IBM, Bharat Light Target India Wind Farm Output: IBM and Bharat Light & Power have inked a 10-year deal to use IBM cloud computing technologies and analytics to better manage data generated by its renewable power generation sources, which they say will “significantly improve BLP’s Plant Load Factor” (no specific number given) and increase power generation capacity. Bharat currently owns about 200 MW of wind farms but is expanding into solar, biomass, hydro, and eventually energy storage.
Battery storage in Japan: Tohoku says it will build a 40-MW (20 MWh) lithium-ion battery demo system at the Tohoku Electric Power substation in west Sendai. It’s expected to be online by February 2015.
Taiwan Tweaks Solar Tariff Cuts: Taiwan’s tariffs on solar energy will drop by 12.45 percent for the first half of next year, slightly less than a proposed 14.23 percent cut. Solar power suppliers had argued the stiffer dropoff would exacerbate pricing competition and rising maintenance costs. An additional 2-3 percent decline in the tariff reduction is planned for the second half of the year.
SunPower Targets Solar Water Pumps in India: SunPower has launched a new product with specific application: a solar PV-based water pump designed for rural agriculture, designed by U.S. and Indian teams, to help farmers with year-round cultivation and daytime irrigation.
LDK Adds Financing, With Conditions: LDK Solar has secured financing with 11 commercial Chinese banks for RMB 1.56 billion, but the proceeds are strictly to be used for onshore operations within Jiangxi Province, ramping manufacturing operations and not to service any debt.
Biomass in India: The Haryana Renewable Energy Development Agency (HAREDA) has commissioned a 9.9-MW biomass plant in Khurawata village, Mahendergarh district. The project on 15 acres will use mustard and arhar stalks and other agro fuel. Up to three more biomass projects of 12 MW each are being installed in the state now.
Toshiba, Orix Team for Geothermal in Japan: Toshiba and Orix said they will jointly establish a new geothermal power company in Nakao, Okuhida Onsen, Gifu Prefecture, majority owned by Toshiba and with total capital of ¥198 million. After assessing commercial viability of the hot spring sources, the plans are to build a 2 MW output plant to start online in 2015.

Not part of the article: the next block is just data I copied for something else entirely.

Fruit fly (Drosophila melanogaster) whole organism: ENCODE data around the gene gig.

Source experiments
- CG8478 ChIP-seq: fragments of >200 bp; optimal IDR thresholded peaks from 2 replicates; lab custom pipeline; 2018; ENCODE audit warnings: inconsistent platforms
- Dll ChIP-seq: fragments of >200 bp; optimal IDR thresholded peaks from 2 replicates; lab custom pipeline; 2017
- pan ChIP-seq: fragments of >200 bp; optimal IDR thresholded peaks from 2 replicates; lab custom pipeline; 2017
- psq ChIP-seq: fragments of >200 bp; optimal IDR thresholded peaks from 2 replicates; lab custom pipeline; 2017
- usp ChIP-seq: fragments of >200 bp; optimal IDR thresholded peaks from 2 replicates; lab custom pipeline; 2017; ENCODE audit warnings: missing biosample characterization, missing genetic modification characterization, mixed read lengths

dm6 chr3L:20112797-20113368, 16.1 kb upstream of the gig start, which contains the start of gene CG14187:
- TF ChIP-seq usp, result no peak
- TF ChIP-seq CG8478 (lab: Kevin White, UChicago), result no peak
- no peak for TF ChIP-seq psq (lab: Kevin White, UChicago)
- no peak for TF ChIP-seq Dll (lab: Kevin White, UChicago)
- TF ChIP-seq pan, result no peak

A DEEPER LOOK
India Going All-In for Centralized Solar? The Ministry of New and Renewable Energy’s (MNRE) target of 2.52 GW of solar capacity by 2017, which could rise to 3.6 GW if solar thermal capacity is shifted over to PV as well, says Bridge to India. Slightly less than half of that is already spoken for, from Phase I/batch one of the NSM and the first of several massive 1 GW ultra-mega projects. Absent any real centralized support for distributed generation, there’s a risk that this solar profile will be overwhelmingly centralized, the analyst firm warns, even though arguments are strong to put generation out where it’s being consumed.
In the battle to bring India’s biggest solar projects online, here are some of the contenders. Bharat Heavy Electricals, the nation’s largest power equipment supplier, will soon start accepting bids for a 1-GW plant, the first of a proposed 4-GW solar park in Sambhar, Rajasthan state. Meanwhile, A separate 4.7-GW project planned in Kharaghoda, Gujarat state, would include 700-MW of wind power as well. And a 5-GW project is said to be in the works for the desert Ladakh region of Jammu and Kashmir state, on 20,000 acres of land.
ON THE HORIZON
Tasmania Pledges 100 Renewable Energy: The Tasmanian Government is aiming high for renewable energy usage, targeting 100 percent of its power mix by 2020. It’s part of a broader plan, dubbed Climate Smart Tasmania, that includes energy reduction across multiple functions and departments, and a 35 percent reduction in carbon emissions.
IN CASE YOU MISSED IT
Lead image: Statue in Ranakpur temple, Rajasthan, via Shutterstock